Given the growing demand for wireless data applications, the need for very efficient wireless data communication systems has become increasingly significant. An exemplary communication system which is optimized for data transmission is described in detail in copending U.S. patent application Ser. No. 08/963,386, entitled "METHOD AND APPARATUS FOR HIGH RATE PACKET DATA TRANSMISSION", filed Nov. 3, 1997, assigned to the assignee of the present invention, and incorporated by reference herein. The system disclosed in U.S. patent application Ser. No. 08/963,386 is a variable rate communication system capable of transmitting at one of a plurality of data rates. The data rate is selected in accordance with the link between the transmitting base station and the receiving remote station. The transmitting base station is selected from among all base stations in communication with the remote station based on the links from the base stations to the remote station. The selected base station transmits to the remote station for a predetermined duration of time which is referred to as a time slot. Since the data rate is known and the time slot is fixed, the packet length (or the number of transmitted bits within the time slot) can be computed.

Transmitting from the best base station at all times to the highest rate user results in the highest throughput rate possible in a variable rate communication system. However, this scheme suffers from lack of fairness, in the sense that all but the highest data-rate users get a very poor quality of service. A policy that is both fair and efficient favors the higher rate users by awarding them a larger number of contiguous time slots as compared to lower data rate users, but ensures that even the lowest data rate users get a reasonable share of the system throughput. As stated above, a parameter which measures the quality of the communication system is the total delay experienced by all users. A method is required to assign the packet length, or the time slot, for each data rate such that the throughput rate is maximized while maintaining a level of fairness.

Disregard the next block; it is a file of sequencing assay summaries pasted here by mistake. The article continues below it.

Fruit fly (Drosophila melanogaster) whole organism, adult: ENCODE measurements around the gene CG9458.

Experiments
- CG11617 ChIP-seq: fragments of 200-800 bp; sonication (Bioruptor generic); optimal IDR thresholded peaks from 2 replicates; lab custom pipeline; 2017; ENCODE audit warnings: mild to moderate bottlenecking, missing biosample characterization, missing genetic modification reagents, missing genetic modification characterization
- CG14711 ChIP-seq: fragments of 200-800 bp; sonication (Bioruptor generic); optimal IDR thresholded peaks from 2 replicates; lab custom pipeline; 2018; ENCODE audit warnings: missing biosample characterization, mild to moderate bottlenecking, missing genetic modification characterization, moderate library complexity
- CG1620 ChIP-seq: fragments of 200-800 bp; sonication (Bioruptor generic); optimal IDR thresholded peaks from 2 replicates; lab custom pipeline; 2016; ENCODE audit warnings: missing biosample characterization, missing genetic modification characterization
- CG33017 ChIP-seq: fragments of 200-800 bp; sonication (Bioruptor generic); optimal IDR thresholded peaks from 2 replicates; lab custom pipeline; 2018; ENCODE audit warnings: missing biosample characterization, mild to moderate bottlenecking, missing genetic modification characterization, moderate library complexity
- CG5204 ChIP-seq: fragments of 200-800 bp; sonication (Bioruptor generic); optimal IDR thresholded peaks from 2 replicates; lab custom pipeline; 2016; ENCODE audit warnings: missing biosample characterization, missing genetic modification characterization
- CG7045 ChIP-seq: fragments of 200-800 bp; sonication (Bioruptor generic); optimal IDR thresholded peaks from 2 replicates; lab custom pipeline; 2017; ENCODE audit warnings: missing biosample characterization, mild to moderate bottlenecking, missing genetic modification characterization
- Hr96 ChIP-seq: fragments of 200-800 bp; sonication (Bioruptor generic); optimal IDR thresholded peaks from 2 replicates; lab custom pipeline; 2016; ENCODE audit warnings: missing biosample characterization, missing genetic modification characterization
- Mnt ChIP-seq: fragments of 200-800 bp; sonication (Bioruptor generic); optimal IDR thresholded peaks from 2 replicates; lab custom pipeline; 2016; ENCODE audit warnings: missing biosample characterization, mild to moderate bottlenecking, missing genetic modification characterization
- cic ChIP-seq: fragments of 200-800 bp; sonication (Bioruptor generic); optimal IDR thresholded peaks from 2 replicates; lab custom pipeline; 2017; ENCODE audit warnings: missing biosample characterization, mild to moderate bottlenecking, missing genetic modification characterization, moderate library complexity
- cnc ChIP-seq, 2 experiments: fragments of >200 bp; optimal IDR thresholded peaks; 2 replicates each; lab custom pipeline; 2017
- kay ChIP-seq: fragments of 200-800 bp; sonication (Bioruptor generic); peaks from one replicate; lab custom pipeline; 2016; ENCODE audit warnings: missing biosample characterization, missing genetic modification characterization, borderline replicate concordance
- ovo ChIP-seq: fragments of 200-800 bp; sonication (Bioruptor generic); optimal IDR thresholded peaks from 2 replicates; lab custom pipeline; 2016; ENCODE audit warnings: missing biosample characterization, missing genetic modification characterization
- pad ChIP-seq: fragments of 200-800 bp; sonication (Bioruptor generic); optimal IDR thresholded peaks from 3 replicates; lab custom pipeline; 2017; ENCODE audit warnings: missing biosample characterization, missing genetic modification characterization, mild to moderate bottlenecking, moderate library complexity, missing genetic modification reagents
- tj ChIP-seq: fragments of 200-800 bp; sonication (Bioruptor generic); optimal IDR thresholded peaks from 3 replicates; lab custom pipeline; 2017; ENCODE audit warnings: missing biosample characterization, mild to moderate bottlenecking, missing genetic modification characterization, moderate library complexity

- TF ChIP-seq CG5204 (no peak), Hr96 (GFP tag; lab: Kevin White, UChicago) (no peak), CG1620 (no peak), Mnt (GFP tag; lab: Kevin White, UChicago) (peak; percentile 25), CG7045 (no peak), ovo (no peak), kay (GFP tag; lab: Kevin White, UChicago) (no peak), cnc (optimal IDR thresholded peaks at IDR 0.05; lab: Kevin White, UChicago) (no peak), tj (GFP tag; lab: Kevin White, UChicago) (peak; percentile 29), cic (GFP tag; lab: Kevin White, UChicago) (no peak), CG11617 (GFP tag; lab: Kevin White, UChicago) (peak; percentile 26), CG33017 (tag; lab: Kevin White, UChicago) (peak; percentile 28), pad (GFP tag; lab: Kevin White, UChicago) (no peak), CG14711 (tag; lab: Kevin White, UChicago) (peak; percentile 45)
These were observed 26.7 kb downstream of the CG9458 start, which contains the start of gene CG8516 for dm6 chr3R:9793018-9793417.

SUMMARY OF THE INVENTION

The present invention is a novel and improved method for assigning optimal packet lengths in a variable rate communication system. The variable rate communication system is capable of data transmission at one of a plurality of data rates. Each data transmission occurs over a predetermined duration of time. For a given transmission rate Ri and duration of time Ti, the packet length Li (or the number of bits transmitted during time Ti) can be computed as Li =Ri Ti. In the present invention, the packet lengths Li are assigned such that the system goal of maximum throughput rate is achieved while conforming to a fairness criteria.

It is an object of the present invention to assign packet lengths to all data rates to maximize the system throughput rate while maintaining a level of fairness. In the exemplary embodiment, the fairness criteria is related to the total delay experienced by users of all data rates and is selected by restricting the size of the packet length assigned to each data rate to a range of value, or Li min ≦Li ≦Li max. In the exemplary embodiment, the packet length Li for each data rate is first initialized to the maximum packet length Li max for that data rate. Then, for each data rate, a determination is made whether changing the packet length from Li max to Li min would result in improved throughput rate. If the answer is yes, the packet length for this data rate is reassigned and the throughput rate with the updated packet length assignments is recomputed. The process is repeated for each data rate until all data rates have been considered.

It is another object of the present invention to assign a packet length Li to each data rate in a variable rate communication system in accordance with a probabilistic model or a deterministic model. For the probabilistic model, the probability of data transmission at each of the plurality of data rates is computed. In the exemplary embodiment, the probability can be computed using the carrier-to-interference ratio (C/I) profile and the energy-per-bit-to-noise ratio (Eb /N0) of the system. The probabilities for all data rates are used in assigning the packet lengths for all data rates. For the deterministic model, the number of users receiving at each data rate is tabulated and used to assign the packet lengths. The deterministic model allows the variable rate communication system to dynamically assign the packet lengths based on changes in the system, and can result in improved performance.

BRIEF DESCRIPTION OF THE DRAWINGS